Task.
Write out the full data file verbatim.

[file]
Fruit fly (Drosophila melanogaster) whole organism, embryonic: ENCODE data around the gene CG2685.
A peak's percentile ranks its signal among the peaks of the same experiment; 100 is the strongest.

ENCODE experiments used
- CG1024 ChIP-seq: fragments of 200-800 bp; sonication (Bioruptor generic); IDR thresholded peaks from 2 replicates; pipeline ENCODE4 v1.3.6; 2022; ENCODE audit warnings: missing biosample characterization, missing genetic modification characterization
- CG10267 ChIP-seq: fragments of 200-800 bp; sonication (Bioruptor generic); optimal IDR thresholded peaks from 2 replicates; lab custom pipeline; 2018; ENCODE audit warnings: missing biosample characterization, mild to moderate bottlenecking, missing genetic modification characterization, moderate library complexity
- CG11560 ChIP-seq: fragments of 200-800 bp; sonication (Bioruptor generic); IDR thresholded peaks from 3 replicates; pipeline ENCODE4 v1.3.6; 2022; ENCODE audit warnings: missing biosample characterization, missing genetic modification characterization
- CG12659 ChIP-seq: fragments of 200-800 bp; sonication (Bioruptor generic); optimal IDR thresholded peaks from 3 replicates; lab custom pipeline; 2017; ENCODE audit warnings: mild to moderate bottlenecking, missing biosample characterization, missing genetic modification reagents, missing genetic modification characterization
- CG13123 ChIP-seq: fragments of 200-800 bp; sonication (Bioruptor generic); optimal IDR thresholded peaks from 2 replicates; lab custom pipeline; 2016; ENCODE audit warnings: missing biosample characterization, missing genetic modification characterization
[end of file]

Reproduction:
Fruit fly (Drosophila melanogaster) whole organism, embryonic: ENCODE data around the gene CG2685.
A peak's percentile ranks its signal among the peaks of the same experiment; 100 is the strongest.

ENCODE experiments used
- CG1024 ChIP-seq: fragments of 200-800 bp; sonication (Bioruptor generic); IDR thresholded peaks from 2 replicates; pipeline ENCODE4 v1.3.6; 2022; ENCODE audit warnings: missing biosample characterization, missing genetic modification characterization
- CG10267 ChIP-seq: fragments of 200-800 bp; sonication (Bioruptor generic); optimal IDR thresholded peaks from 2 replicates; lab custom pipeline; 2018; ENCODE audit warnings: missing biosample characterization, mild to moderate bottlenecking, missing genetic modification characterization, moderate library complexity
- CG11560 ChIP-seq: fragments of 200-800 bp; sonication (Bioruptor generic); IDR thresholded peaks from 3 replicates; pipeline ENCODE4 v1.3.6; 2022; ENCODE audit warnings: missing biosample characterization, missing genetic modification characterization
- CG12659 ChIP-seq: fragments of 200-800 bp; sonication (Bioruptor generic); optimal IDR thresholded peaks from 3 replicates; lab custom pipeline; 2017; ENCODE audit warnings: mild to moderate bottlenecking, missing biosample characterization, missing genetic modification reagents, missing genetic modification characterization
- CG13123 ChIP-seq: fragments of 200-800 bp; sonication (Bioruptor generic); optimal IDR thresholded peaks from 2 replicates; lab custom pipeline; 2016; ENCODE audit warnings: missing biosample characterization, missing genetic modification characterization